Residential Property Sales in Metro Vancouver
Number of homes for sale is lagging behind the pace of demand
The number of home sale from September to November are 3,643, 3,687 and 3,064 respectively, with all recorded a significant increase compared to the numbers in 2019. September sales were 44.8 per cent above the 10-year September sales average, while October was 34.7 per cent and November was 24.6 per cent above the average of its 10-year sales.
According to Colette Gerber, REBGV Chair, the increased activities can be attributed in part, to lower interest rates and changing housing needs during the COVID-19 pandemic. With more days and evenings spent at home this year, people are re-thinking their housing situation.
“Homebuyer demand has been at near-record levels in our region since the summer. This is putting upward pressure on home prices, particularly in our detached and townhome markets" Colette Gerber said.
There were 6,402 properties listed for sale on the Multiple Listing Service® (MLS®) in Metro Vancouver in September 2020. In October 2020, the number was 5,571 and 4,068 in November. All three months had more than 30 per cent increase compared to the corresponding month in 2019.
Even the MLS® listings entering the market was increasing, the heightened demand from home buyers kept the overall supply levels down. Some additional supply may come online following the end of mortgage deferral programs and the increase of EHT, but the situation is unlikely to be disruptive due to hesitation on the part of sellers to list during the pandemic. The total number of homes for sale in Metro Vancouver is lagging behind the pace of demand right now. This trend favours home sellers in today's market.
The sales-to-active listings ratio for September is 27.8 per cent for all property types, 29.7 per cent in October and 27.6 per cent in November 2020.
Analysts say upward pressure on home prices occurs when it surpasses 20 per cent over several months, while a downward pressure occurs when the ratio dips below 12 per cent for a sustained period.
The MLS® Home Price Index composite benchmark price for all residential properties in Metro Vancouver was $1,041,300 in September, $1,045,100 in October and $1,044,000 in November. There is a 1.8 per cent increase since June ($1,025,300). The British Columbia Real Estate Association (BCREA) are forecasting the provincial MLS® average price to finish the year up 9.9 per cent and to increase a further 2.6 per cent in 2021.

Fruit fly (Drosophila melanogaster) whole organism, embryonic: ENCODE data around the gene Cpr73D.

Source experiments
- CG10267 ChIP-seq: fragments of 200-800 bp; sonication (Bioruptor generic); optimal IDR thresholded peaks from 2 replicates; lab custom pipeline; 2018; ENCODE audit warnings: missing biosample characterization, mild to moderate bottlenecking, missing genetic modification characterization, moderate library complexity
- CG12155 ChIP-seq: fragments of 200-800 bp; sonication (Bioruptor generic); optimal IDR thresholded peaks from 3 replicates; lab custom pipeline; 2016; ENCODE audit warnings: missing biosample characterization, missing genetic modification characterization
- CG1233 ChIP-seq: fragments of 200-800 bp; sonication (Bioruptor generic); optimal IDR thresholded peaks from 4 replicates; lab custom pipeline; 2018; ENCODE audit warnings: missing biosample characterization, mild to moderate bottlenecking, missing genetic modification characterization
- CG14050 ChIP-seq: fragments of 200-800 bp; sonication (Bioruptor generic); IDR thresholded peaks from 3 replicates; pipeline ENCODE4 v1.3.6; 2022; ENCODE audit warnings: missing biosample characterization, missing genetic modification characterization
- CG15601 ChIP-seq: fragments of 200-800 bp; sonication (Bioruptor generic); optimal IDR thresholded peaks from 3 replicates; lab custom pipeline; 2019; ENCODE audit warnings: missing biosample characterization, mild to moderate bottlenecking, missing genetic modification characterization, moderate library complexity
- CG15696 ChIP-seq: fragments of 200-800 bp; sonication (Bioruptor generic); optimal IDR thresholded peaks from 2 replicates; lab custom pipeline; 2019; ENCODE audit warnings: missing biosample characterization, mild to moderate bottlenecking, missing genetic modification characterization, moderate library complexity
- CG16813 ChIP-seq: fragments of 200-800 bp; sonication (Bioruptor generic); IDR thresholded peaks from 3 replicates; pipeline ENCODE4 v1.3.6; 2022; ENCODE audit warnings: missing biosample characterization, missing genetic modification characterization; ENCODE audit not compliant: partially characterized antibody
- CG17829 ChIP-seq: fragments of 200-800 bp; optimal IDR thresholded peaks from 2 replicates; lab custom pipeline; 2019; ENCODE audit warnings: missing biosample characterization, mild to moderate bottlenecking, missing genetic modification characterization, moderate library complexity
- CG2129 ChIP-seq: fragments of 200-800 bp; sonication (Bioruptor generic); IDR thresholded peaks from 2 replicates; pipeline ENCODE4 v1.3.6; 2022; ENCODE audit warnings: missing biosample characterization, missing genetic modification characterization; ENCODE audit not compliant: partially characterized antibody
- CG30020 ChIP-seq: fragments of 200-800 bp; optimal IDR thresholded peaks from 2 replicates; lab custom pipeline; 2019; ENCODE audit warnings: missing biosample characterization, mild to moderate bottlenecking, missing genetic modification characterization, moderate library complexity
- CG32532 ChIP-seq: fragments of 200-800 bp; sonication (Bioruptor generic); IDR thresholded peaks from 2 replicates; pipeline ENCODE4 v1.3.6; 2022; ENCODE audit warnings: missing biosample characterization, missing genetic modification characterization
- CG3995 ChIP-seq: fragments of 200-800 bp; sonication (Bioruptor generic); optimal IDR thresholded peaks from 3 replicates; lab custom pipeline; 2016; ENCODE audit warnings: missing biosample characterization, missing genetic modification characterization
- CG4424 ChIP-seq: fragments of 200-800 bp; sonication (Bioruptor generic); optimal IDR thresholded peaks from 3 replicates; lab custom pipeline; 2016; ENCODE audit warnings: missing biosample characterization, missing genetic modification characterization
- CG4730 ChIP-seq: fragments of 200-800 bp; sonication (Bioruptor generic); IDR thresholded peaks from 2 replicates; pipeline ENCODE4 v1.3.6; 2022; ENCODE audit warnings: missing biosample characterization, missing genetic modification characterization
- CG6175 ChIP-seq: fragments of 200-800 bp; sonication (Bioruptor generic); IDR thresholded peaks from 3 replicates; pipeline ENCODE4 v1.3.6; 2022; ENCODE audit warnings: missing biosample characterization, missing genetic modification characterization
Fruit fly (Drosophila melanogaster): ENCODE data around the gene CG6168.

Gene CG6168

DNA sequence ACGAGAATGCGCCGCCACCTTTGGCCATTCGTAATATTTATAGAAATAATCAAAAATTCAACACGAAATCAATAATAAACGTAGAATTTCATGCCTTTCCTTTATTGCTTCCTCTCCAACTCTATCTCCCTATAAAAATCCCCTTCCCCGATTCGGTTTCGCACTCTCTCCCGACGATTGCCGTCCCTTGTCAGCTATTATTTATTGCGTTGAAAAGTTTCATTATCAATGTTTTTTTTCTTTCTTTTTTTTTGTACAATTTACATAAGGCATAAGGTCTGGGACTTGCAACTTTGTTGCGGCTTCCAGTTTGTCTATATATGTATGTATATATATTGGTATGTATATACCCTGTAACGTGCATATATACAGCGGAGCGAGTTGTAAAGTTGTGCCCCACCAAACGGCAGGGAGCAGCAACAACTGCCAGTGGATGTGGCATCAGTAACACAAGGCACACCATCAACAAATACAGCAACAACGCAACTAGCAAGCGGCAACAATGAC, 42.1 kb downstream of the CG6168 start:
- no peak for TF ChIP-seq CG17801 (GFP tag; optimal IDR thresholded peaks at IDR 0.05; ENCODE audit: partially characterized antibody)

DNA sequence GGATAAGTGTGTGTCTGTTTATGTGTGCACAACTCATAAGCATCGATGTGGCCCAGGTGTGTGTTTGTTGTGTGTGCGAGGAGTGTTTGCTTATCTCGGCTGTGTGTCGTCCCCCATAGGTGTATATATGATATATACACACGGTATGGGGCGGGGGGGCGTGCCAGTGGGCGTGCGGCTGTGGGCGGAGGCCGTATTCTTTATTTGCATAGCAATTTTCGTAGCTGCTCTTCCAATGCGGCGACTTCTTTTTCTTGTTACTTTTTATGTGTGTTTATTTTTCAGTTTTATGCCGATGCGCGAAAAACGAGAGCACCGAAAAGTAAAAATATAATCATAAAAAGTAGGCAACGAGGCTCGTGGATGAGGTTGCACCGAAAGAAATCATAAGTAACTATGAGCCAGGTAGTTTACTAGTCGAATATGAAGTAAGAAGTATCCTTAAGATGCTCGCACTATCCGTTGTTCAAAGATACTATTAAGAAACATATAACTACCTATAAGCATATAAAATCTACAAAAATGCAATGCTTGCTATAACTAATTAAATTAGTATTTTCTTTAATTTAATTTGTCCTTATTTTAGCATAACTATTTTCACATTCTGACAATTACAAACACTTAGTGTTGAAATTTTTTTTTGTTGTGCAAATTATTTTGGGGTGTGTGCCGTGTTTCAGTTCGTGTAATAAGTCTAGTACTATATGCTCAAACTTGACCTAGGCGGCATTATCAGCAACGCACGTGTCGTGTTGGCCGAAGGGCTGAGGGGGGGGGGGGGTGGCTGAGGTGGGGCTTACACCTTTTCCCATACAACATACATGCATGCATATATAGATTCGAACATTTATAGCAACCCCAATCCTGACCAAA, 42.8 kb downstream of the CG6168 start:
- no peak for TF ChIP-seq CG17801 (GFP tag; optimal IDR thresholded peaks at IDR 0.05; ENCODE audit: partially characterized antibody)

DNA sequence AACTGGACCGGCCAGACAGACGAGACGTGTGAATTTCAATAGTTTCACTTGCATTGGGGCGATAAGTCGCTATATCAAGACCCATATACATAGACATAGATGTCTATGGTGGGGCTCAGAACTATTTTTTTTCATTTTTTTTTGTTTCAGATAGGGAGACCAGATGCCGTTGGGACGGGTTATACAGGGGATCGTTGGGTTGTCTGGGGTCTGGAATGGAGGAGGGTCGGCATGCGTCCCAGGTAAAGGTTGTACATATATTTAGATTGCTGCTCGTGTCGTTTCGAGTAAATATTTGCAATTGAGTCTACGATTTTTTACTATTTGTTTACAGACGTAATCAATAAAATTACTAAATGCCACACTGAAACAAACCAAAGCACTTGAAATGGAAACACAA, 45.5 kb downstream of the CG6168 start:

Gerber mentioned that homes priced right for today’s market are receiving attention and getting multiple offers. The Chair of REBGV also suggested working with the local REALTOR® to assess the latest MLS® housing market information, in order to get a better understanding of the market conditions in your neighbourhood and property type of choice.
Commercial Sales in Metro Vancouver
Commercial Activity Rebounded in Q3
The BCREA Commercial Leading Indicator (CLI, a tool to forecast changes in broad commercial real estate activity) rebounded in the third quarter of 2020 from 122.3 to 136.9, representing the first increase after four consecutive quarterly declines. The third quarter of 2020 saw the resurgence of key economic industries in BC, particularly the hard-hit retail sector, as brick-and-mortar stores reopened and travel restrictions in the province were eased. Employment in key real estate sectors and manufacturing also rebounded in the third quarter.
The economy reopened in the third quarter of 2020 after it was halted in the previous quarter by COVID-19 containment measures. Manufacturing sales were boosted by strong demand for wood products and building materials, supplying robust activity in new home construction or home renovations.
The business confidence index (measured on the expectations and operating conditions of small businesses in BC) is also rebounded to the pre-COVID situation, which has been negatively impacted by physical distancing measures since Q1.